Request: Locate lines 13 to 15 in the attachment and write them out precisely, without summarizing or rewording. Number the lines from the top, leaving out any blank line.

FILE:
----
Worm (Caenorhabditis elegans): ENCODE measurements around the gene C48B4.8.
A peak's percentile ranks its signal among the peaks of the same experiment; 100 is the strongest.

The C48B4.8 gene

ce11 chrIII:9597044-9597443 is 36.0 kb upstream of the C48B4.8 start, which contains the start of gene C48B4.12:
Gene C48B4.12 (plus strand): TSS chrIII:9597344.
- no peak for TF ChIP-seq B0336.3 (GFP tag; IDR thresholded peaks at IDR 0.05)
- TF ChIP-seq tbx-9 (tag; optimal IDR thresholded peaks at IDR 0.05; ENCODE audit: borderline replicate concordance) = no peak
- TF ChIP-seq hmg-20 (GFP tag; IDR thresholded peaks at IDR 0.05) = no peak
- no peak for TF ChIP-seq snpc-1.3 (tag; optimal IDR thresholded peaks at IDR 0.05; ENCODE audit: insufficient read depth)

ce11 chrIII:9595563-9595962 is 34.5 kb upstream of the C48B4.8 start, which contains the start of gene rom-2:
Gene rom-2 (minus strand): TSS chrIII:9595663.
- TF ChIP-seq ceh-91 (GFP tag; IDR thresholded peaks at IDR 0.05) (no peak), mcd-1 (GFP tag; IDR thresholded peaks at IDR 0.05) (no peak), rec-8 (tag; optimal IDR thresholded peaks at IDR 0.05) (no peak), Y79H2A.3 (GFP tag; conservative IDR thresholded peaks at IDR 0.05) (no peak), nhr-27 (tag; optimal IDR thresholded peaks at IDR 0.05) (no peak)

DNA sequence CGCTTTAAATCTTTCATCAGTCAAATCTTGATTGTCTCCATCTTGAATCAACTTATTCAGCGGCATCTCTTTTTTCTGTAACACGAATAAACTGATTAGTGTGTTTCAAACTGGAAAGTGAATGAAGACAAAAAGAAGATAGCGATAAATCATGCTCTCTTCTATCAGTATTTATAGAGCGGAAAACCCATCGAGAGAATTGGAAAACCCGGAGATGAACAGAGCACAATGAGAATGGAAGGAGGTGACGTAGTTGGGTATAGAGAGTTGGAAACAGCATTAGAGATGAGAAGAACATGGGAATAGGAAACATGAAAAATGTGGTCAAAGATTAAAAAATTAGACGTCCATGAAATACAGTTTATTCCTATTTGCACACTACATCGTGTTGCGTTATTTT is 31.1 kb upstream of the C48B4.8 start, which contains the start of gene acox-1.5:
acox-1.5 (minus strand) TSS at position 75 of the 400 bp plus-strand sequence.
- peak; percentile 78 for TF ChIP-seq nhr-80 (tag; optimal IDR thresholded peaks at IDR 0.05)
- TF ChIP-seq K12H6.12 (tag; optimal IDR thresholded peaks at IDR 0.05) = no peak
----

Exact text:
DNA sequence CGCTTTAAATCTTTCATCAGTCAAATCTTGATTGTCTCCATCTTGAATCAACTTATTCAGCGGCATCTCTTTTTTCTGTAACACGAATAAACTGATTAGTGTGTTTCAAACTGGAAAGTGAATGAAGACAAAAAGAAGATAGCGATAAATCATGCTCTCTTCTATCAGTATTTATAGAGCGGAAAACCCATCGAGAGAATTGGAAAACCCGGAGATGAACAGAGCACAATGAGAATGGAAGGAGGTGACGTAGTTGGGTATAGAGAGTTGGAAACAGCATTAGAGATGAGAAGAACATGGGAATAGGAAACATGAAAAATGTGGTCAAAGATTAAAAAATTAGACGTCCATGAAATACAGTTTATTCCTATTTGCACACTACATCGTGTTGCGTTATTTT is 31.1 kb upstream of the C48B4.8 start, which contains the start of gene acox-1.5:
acox-1.5 (minus strand) TSS at position 75 of the 400 bp plus-strand sequence.
- peak; percentile 78 for TF ChIP-seq nhr-80 (tag; optimal IDR thresholded peaks at IDR 0.05)